The Issue(s) of the Case

Whether the High Court of Delhi's judgement and order dated November 15, 2018, valid?

The Observations of the Court

1. Honourable Supreme Court of India observed that in light of the legal concept of ‘Actus Curiae Neminem Gravabit,' the Interim decision of the Delhi High Court, in Honourable Supreme Court of India opinion, cannot be used to deny respondents pay and arrear benefits. The stated interim order was combined with the final decision, and the respondents were entitled to all employment benefits as a result. As a result, while the responders worked and served patients, the physicians were entitled to the fundamental benefit of a wage.

2. Honourable Supreme Court of India observed that the respondent doctors have been delivering services to numerous patients without compensation or perks for over 5 years in these instances. Their services are freely used by their employer in government institutions. In this respect, the learned senior counsel for the appellant contends that paying the respondent doctors' outstanding salary in arrears will place a significant financial strain on the State. The State's counsel, on the other hand, cannot accept such a statement as a reasonable one. The 'No Work, No Pay' principle shields businesses from having to pay their employees if they don't provide service. In these situations, if the responding doctors' service has been beneficial to both the patients and the employer, a corollary of that principle, "No labour should go unpaid," should be the right theory to follow. As a result, we are certain that the respondents must be paid their legal pay, both in arrears and current, as the case may be. The state cannot use financial hardship as an excuse to refuse payment to doctors who are legitimately employed. Otherwise, it would be a violation of their constitutional rights under Articles 14, 21, and 23 of the Constitution of India.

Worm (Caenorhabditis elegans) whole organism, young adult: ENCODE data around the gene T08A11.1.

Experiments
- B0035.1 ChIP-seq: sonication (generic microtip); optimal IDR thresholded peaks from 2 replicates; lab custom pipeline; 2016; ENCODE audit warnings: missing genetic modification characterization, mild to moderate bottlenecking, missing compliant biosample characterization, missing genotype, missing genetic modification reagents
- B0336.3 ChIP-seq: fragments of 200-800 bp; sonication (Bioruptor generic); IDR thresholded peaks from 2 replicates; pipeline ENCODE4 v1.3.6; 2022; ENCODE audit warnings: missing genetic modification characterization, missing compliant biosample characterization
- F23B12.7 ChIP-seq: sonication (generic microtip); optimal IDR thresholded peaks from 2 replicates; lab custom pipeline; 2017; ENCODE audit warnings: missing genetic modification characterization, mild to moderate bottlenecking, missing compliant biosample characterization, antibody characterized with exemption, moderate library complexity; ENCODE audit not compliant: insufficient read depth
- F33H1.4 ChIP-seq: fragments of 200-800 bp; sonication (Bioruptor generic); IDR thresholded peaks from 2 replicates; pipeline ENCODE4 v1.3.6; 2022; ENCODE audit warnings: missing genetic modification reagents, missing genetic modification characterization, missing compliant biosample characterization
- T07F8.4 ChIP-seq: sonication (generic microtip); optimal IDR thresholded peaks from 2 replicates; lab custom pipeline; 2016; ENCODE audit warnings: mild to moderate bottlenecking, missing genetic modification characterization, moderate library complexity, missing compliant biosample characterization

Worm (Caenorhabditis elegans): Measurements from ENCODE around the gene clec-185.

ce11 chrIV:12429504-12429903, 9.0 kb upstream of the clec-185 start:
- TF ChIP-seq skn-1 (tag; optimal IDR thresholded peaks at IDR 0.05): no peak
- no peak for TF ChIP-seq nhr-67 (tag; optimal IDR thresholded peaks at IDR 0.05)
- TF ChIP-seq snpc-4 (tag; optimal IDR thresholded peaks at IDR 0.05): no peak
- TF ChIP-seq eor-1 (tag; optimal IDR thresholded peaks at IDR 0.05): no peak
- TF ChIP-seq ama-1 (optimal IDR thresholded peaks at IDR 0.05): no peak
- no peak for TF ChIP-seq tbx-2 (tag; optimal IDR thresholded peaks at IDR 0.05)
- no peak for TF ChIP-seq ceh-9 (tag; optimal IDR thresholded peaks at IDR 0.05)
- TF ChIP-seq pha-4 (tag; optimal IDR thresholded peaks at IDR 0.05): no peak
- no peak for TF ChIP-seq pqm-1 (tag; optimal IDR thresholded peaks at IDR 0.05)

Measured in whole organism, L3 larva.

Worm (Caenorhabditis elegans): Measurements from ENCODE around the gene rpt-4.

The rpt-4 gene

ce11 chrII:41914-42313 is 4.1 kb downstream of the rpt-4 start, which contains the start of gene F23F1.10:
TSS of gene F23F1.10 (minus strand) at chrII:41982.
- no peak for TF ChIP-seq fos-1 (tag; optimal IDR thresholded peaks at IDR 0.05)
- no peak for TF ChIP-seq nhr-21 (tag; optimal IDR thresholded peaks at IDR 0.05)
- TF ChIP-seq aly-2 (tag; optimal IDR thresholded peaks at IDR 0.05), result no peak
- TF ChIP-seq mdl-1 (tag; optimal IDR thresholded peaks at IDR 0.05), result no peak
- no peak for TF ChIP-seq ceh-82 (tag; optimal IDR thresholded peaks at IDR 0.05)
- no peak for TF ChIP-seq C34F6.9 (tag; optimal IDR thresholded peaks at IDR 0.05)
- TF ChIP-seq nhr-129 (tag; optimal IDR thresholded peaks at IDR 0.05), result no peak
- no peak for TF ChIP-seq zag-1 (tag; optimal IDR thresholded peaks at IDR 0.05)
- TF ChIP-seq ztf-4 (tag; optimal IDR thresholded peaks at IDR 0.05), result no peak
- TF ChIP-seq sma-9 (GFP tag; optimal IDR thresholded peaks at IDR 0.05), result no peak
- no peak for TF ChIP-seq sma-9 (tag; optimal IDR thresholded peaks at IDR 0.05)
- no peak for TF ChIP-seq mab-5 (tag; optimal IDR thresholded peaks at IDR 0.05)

3. Honourable Supreme Court of India observed that the appellants' main argument before us is that categorising AYUSH doctors and CHS doctors into distinct groups is fair and lawful in law. This, however, does not appeal to us, and we are inclined to concur with the Tribunal's and the Delhi High Court's conclusions that the categorization is discriminatory and irrational, because doctors in both categories fulfil the identical job of treating and curing their patients. The main distinction is that AYUSH physicians treat their patients using indigenous systems of medicine like Ayurveda, Unani, and others, whilst CHS doctors treat their patients with Allopathy. The manner of treatment, in the opinion of the Honourable Supreme Court of India, does not qualify as an intelligible differentia in the current scheme of things. As a result, any arbitrary classification and discrimination based on it would be in clear violation of Article 14 of the Constitution. The AYUSH Ministry's decree on November 24, 2017, increasing the age of superannuation to 65 years, supports this viewpoint. This prolongation is by the Ministry of Health and Family Welfare's notice of May 31, 2016.

The Decision Held by the Court

1. Honourable Supreme Court of India held that Both AYUSH and CHS doctors provide medical care to patients, and there is no difference between them in this regard. As a result, there is no reasonable basis for giving these two categories of doctors’ separate dates for receiving the benefit of extended age of retirement. As a result, in the present appeals, the AYUSH Ministry's order (F. No. D. 14019/4/2016­E­I (AYUSH)) dated 24.11.2017 must be retroactively implemented to all involved respondent-doctors as of 31.05.2016. This conclusion must be followed by all ramifications.

2. Given the foregoing, the appellant's failure to pay the respondent doctors their proper salary and benefits, while their counterparts in the CHS system were paid in full, must be considered discriminatory. As a result, we have no problem in ruling that the respondent-doctors are entitled to their entire wage arrears, which must be paid within eight weeks of today's date. From the date of this purchase until the date of payment, late payments will accrue interest at a rate of 6% per month. It is arranged in this manner. The appeals are dismissed on the aforementioned grounds, with no cost order.